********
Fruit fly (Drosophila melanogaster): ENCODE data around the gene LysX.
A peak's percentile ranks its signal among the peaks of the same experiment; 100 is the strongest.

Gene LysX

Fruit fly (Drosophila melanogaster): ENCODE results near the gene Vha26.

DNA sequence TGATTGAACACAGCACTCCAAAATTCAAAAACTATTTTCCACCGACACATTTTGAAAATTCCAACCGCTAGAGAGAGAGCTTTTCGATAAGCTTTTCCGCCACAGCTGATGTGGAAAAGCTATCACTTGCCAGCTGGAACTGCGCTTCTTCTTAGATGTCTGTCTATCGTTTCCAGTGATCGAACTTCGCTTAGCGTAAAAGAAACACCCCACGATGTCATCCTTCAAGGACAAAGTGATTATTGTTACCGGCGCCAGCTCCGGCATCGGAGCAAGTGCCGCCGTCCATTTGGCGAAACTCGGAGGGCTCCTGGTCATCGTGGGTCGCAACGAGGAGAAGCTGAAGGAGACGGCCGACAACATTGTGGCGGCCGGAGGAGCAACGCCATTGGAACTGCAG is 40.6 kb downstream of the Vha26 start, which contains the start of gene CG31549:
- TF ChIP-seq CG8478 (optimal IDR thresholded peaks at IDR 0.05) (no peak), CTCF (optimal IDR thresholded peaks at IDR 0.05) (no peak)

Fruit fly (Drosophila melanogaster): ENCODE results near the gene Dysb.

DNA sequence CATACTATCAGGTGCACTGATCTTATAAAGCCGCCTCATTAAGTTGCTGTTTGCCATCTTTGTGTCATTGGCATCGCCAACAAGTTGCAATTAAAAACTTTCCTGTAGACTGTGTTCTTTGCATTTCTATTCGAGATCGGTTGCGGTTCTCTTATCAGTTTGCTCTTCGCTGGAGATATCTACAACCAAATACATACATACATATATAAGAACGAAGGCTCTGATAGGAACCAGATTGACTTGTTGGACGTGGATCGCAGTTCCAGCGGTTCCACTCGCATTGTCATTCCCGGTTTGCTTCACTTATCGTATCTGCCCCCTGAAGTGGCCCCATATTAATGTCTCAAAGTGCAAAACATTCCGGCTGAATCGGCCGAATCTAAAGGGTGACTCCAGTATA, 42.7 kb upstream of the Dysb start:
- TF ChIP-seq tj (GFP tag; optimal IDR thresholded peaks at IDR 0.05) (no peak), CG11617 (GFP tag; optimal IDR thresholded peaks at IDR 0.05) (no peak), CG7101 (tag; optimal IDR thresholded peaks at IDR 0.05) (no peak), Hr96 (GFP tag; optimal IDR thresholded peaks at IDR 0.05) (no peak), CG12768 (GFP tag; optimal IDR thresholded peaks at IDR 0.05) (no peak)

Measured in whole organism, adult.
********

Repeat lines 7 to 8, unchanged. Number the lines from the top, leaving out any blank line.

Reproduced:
Fruit fly (Drosophila melanogaster): ENCODE results near the gene Dysb.

DNA sequence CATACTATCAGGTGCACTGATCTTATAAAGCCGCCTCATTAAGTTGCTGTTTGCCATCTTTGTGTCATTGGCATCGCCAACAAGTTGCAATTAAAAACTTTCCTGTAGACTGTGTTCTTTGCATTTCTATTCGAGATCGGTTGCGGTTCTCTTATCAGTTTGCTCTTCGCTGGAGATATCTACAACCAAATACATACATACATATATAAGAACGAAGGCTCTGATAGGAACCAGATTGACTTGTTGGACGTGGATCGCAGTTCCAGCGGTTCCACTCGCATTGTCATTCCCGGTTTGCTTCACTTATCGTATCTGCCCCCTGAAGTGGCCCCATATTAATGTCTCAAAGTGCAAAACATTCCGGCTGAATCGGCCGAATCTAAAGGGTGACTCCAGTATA, 42.7 kb upstream of the Dysb start: